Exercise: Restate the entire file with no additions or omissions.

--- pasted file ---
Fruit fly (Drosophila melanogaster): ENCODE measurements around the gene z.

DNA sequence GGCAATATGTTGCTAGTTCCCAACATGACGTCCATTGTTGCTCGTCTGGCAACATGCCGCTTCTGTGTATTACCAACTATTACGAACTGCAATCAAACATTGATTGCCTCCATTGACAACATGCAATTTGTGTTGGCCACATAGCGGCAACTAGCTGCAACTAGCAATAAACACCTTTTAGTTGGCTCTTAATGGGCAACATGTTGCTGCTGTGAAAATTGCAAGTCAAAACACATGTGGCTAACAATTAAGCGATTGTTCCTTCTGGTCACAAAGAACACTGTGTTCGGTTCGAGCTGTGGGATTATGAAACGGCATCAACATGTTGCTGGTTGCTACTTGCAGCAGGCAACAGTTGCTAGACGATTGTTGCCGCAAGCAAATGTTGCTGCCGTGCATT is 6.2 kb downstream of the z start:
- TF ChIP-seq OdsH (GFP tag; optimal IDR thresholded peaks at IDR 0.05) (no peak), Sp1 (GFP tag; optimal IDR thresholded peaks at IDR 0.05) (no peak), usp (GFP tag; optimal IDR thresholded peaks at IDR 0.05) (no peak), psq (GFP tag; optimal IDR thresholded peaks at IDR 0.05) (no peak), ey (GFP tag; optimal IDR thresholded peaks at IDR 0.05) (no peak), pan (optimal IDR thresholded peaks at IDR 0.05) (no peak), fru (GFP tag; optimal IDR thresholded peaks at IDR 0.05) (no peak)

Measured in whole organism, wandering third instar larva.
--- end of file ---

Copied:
Fruit fly (Drosophila melanogaster): ENCODE measurements around the gene z.

DNA sequence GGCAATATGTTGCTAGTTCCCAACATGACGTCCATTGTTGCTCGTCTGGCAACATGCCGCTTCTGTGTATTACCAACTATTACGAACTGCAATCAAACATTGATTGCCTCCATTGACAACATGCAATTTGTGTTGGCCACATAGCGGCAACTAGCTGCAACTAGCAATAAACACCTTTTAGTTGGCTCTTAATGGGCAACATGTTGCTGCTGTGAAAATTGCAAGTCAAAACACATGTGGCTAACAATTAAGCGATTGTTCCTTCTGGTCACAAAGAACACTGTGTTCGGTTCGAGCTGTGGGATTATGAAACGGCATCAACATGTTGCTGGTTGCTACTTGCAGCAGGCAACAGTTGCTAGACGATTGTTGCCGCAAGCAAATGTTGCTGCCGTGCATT is 6.2 kb downstream of the z start:
- TF ChIP-seq OdsH (GFP tag; optimal IDR thresholded peaks at IDR 0.05) (no peak), Sp1 (GFP tag; optimal IDR thresholded peaks at IDR 0.05) (no peak), usp (GFP tag; optimal IDR thresholded peaks at IDR 0.05) (no peak), psq (GFP tag; optimal IDR thresholded peaks at IDR 0.05) (no peak), ey (GFP tag; optimal IDR thresholded peaks at IDR 0.05) (no peak), pan (optimal IDR thresholded peaks at IDR 0.05) (no peak), fru (GFP tag; optimal IDR thresholded peaks at IDR 0.05) (no peak)

Measured in whole organism, wandering third instar larva.